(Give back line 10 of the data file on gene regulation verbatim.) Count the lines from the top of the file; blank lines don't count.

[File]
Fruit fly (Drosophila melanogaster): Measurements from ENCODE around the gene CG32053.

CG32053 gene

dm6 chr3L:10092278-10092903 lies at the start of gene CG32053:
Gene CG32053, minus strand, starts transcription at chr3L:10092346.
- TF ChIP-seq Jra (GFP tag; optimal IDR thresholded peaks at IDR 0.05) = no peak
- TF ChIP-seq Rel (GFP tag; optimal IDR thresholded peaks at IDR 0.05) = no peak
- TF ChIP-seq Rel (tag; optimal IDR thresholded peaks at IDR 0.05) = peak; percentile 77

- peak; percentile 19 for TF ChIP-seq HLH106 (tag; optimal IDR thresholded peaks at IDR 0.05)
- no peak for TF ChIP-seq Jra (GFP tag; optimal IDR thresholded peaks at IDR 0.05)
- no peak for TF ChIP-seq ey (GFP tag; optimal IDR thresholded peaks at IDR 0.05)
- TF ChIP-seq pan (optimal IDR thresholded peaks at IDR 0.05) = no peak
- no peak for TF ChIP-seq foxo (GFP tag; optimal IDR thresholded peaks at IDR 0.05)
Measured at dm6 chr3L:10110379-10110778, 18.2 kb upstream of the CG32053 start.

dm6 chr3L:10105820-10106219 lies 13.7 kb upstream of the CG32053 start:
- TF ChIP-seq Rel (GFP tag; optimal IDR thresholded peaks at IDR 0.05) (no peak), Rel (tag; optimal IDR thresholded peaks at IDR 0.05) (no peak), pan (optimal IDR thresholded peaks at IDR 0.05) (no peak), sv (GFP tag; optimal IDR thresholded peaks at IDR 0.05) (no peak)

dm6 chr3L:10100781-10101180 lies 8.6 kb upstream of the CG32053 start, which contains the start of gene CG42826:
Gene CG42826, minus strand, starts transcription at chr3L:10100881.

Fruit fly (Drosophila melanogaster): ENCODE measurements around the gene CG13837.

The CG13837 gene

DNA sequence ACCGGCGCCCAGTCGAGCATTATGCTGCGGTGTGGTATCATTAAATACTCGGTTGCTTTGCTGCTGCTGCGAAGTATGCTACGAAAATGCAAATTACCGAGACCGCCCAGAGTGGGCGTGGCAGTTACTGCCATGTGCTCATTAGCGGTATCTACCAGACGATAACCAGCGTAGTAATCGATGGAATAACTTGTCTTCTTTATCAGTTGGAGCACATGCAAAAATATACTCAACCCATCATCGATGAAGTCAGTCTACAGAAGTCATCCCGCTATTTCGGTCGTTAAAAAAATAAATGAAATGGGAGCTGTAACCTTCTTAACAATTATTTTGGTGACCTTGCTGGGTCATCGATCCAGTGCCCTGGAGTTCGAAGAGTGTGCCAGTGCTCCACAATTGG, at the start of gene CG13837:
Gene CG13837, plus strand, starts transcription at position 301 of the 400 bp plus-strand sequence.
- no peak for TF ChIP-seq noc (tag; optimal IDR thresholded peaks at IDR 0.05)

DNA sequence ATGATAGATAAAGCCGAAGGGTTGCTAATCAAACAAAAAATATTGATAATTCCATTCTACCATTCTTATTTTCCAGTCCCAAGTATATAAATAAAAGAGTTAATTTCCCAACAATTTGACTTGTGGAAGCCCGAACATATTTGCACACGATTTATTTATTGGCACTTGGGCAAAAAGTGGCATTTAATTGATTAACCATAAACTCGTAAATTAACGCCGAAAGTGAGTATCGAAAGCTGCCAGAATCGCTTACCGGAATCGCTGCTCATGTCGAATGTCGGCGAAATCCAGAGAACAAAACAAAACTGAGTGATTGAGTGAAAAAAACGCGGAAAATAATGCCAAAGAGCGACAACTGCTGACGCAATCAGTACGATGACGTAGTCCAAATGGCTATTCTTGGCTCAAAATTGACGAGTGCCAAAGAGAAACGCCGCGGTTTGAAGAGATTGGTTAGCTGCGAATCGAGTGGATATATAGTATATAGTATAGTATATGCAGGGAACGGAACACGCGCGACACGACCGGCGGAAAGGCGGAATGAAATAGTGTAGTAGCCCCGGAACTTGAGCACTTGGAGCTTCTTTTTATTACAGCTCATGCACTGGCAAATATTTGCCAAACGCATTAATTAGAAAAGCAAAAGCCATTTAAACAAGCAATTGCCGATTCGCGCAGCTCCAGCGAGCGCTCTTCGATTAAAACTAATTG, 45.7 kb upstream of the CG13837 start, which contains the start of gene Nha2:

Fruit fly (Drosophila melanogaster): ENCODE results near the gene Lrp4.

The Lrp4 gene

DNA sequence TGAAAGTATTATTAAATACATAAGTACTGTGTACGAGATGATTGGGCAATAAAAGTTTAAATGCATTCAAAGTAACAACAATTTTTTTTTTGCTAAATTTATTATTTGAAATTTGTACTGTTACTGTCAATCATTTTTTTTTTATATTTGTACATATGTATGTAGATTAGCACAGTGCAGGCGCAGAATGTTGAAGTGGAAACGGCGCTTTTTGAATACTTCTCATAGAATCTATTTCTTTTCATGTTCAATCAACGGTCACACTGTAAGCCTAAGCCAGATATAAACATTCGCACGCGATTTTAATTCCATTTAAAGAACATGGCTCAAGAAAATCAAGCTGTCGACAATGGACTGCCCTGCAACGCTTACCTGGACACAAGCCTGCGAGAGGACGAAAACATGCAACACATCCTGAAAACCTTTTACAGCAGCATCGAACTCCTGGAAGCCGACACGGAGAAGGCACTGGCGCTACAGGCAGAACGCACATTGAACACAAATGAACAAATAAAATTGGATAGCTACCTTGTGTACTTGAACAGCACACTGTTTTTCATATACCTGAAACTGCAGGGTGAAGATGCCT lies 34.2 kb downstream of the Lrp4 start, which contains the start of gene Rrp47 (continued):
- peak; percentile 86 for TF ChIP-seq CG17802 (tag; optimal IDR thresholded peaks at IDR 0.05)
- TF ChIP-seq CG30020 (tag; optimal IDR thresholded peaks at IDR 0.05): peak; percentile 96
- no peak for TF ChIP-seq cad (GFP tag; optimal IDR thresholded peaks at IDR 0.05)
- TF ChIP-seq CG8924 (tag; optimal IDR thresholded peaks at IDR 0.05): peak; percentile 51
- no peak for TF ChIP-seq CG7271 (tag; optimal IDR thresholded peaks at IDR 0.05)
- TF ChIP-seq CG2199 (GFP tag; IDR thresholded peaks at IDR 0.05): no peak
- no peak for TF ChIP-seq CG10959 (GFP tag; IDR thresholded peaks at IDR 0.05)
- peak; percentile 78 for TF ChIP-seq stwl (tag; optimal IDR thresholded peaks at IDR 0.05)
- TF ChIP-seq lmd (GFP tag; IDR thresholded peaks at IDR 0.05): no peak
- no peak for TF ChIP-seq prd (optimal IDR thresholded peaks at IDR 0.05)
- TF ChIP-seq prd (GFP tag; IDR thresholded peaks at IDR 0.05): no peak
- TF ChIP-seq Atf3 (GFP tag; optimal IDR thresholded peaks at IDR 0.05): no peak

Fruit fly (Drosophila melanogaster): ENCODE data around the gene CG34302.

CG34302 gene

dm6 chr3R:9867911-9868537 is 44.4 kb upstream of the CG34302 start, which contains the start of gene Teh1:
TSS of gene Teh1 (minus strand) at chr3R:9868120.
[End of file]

- no peak for TF ChIP-seq ey (GFP tag; optimal IDR thresholded peaks at IDR 0.05)